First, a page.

Shrinks May Make Internet Addiction Official

Shrinks May Make Internet Addiction Official

By Valerie Tejeda 02/13/12

But the proposed introduction of "new" mental illnesses to the DSM psychiatrists' bible is highly controversial.

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Would going official help or hinder internet
"addicts"?
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The DSM—AKA the Diagnostic Manual of Mental Disorders, or the Psychiatric Bibleis considering adding internet addiction to its defining list of mental illnesses. The new edition, the DSM-5, is scheduled to be published next year and is keenly awaited by mental health professionals. Besides (possibly) internet addiction, it will also include "disorders" such as “oppositional defiant disorder” and “apathy syndrome”: both behaviors that many believe to be normal. The American Psychiatric Association (APA), which publishes the manual, has attracted criticism for the proposed inclusion of internet addiction from those who worry about the effect of labeling millions more people as mentally ill, possibly leading to the unnecessary prescribing of psychiatric drugs. "Many people who are shy, bereaved, eccentric, or have unconventional romantic lives will suddenly find themselves labeled as mentally ill," says Peter Kinderman, head of Liverpool University's Institute of Psychology. "It's not humane, it's not scientific, and it won't help decide what help a person needs." Over 11,000 health professionals have signed an online petition online condemning the proposed changes to the manual.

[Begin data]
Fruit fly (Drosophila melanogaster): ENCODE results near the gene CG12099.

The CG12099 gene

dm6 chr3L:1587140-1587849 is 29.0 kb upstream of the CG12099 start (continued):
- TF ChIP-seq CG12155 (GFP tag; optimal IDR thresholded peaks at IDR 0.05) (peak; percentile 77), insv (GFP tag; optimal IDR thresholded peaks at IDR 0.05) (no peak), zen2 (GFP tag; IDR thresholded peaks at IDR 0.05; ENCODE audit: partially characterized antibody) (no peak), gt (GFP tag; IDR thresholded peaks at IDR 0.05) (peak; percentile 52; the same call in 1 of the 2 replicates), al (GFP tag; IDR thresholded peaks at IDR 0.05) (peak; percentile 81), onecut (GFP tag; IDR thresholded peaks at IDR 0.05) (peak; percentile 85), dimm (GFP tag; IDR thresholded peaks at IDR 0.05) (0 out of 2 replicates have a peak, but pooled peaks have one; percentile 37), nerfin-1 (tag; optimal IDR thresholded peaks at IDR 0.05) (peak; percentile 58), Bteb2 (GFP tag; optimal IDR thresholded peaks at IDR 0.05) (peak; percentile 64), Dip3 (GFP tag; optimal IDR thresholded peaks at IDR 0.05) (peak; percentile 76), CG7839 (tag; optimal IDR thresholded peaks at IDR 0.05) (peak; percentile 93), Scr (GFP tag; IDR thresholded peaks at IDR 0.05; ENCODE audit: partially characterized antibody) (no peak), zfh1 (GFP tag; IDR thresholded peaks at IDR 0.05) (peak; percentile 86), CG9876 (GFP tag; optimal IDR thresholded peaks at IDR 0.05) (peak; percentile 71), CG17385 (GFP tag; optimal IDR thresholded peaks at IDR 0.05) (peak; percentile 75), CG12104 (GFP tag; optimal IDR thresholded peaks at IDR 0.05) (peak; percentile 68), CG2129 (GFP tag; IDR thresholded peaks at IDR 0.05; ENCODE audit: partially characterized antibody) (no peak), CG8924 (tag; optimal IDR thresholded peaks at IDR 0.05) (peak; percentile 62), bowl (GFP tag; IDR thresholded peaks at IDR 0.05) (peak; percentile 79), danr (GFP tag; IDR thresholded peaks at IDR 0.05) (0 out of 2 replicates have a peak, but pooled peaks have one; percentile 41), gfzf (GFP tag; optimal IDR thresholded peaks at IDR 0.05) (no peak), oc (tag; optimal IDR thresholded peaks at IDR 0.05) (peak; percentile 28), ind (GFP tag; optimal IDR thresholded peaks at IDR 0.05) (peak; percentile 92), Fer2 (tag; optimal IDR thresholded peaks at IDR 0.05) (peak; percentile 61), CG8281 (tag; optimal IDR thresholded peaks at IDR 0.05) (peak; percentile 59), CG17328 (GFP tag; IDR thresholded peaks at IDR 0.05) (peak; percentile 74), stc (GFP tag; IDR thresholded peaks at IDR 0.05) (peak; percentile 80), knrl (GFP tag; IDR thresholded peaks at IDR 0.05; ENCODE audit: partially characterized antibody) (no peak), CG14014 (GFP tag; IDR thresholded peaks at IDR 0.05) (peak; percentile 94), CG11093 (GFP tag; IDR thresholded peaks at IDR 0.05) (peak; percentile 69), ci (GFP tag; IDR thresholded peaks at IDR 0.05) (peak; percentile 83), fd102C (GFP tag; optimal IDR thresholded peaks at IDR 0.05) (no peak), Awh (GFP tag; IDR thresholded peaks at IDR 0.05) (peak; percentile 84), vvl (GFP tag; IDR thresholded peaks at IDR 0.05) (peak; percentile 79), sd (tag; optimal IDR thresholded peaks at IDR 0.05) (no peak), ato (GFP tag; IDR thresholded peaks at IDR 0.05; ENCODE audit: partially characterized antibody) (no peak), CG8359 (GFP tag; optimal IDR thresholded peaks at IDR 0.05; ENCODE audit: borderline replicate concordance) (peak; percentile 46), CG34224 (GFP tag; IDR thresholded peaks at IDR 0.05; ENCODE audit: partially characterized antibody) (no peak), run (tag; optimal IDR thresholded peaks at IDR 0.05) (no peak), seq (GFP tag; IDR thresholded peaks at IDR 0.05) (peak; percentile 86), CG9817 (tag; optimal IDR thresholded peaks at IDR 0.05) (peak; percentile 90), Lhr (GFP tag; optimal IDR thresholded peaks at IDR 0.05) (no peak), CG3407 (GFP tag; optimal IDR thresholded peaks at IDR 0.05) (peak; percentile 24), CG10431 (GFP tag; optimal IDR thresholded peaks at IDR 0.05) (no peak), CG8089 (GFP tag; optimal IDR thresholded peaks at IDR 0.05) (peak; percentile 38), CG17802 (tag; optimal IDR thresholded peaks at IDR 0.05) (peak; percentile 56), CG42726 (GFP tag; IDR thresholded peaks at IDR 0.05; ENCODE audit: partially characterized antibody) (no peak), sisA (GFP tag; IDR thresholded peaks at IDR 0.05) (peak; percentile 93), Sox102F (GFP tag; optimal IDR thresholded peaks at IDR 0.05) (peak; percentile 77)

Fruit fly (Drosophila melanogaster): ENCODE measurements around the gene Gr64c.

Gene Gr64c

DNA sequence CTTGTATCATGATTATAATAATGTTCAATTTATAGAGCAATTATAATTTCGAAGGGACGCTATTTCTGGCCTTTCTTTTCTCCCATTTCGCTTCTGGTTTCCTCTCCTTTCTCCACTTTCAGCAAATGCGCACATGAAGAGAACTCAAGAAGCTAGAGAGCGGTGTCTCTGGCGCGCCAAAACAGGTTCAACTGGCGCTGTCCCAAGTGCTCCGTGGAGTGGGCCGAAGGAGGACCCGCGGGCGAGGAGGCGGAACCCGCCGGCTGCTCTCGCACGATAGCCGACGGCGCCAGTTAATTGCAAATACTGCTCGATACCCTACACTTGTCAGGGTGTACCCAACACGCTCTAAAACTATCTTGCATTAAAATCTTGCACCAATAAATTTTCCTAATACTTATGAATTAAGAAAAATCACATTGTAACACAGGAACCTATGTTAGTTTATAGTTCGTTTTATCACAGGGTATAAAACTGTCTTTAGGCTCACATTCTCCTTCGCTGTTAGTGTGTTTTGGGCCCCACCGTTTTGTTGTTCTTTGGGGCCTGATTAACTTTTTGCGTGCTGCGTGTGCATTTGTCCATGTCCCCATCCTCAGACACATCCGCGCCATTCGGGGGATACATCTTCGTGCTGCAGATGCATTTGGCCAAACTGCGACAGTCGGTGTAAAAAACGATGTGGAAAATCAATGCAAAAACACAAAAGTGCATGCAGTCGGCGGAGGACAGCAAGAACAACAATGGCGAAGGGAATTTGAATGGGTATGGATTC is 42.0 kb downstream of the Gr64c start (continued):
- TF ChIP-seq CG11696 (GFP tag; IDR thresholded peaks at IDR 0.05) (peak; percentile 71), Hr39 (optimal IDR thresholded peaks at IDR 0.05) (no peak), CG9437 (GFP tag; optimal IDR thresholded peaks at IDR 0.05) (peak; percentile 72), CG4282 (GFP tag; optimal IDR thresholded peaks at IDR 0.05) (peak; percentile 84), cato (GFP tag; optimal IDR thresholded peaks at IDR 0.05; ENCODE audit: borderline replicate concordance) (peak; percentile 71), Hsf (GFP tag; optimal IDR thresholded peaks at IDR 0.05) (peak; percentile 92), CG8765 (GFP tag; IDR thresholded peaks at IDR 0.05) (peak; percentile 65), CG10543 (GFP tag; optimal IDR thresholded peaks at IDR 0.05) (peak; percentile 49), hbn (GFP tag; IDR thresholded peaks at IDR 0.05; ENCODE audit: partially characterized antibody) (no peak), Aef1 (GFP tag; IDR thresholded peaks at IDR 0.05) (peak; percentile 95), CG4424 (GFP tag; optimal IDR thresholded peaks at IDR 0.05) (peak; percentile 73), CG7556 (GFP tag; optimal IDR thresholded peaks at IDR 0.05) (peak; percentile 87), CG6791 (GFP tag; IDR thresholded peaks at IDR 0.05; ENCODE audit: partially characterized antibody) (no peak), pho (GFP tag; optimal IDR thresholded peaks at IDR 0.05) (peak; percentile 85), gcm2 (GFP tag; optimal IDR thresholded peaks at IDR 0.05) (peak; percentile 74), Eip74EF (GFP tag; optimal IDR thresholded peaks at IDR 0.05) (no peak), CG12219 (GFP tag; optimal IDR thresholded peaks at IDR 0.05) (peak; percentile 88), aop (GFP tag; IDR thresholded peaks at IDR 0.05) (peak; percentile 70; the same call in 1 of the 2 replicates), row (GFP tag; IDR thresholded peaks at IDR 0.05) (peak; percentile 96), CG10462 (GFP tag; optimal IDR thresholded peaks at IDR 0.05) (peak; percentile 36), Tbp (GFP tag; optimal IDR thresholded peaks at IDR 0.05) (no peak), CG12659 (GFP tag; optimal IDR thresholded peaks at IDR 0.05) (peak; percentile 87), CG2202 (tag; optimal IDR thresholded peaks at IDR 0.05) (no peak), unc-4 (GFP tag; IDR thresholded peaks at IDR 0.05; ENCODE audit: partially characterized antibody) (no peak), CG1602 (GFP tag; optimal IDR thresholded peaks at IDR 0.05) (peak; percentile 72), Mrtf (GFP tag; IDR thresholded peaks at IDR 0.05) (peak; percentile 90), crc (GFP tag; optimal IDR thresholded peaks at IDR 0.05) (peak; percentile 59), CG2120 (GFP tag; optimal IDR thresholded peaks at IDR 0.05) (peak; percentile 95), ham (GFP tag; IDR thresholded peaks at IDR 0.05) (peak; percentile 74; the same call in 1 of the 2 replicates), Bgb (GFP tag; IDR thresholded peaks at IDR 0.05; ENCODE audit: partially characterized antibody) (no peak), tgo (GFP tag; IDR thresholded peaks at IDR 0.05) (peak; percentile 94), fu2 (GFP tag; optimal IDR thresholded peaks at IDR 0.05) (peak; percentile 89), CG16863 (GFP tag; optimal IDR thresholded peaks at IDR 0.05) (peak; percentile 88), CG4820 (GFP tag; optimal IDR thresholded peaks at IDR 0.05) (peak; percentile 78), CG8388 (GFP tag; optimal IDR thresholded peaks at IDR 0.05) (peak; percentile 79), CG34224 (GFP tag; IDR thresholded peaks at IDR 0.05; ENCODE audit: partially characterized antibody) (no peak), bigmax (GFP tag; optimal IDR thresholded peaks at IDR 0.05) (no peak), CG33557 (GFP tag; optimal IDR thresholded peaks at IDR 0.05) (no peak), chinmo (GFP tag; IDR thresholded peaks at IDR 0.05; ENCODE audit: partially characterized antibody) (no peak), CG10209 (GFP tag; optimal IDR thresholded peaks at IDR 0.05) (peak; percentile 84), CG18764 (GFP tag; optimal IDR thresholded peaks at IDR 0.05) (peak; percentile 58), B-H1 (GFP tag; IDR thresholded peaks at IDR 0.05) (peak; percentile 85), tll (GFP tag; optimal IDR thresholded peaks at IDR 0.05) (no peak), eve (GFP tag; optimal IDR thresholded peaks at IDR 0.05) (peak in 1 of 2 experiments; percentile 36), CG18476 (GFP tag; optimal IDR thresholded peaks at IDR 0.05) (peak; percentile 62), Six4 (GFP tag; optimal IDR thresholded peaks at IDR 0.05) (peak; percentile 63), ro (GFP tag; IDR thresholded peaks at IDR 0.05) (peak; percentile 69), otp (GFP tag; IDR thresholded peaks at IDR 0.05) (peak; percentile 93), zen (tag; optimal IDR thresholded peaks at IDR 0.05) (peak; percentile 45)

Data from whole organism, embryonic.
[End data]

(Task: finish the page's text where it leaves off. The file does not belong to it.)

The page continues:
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Entertainment journalist and author Valerie Tejeda spends her days reporting on books, television, and all things pertaining to pop culture, and spends her nights writing novels for teens. Her stories have appeared on a variety of different publications, including but not limited to: VanityFair, MTV, The Huffington Post, TeenVogue, She Knows, Latina, The Fix, Salon.com, Cosmopolitan, and more. You can find Valerie on Linkedin and Twitter.

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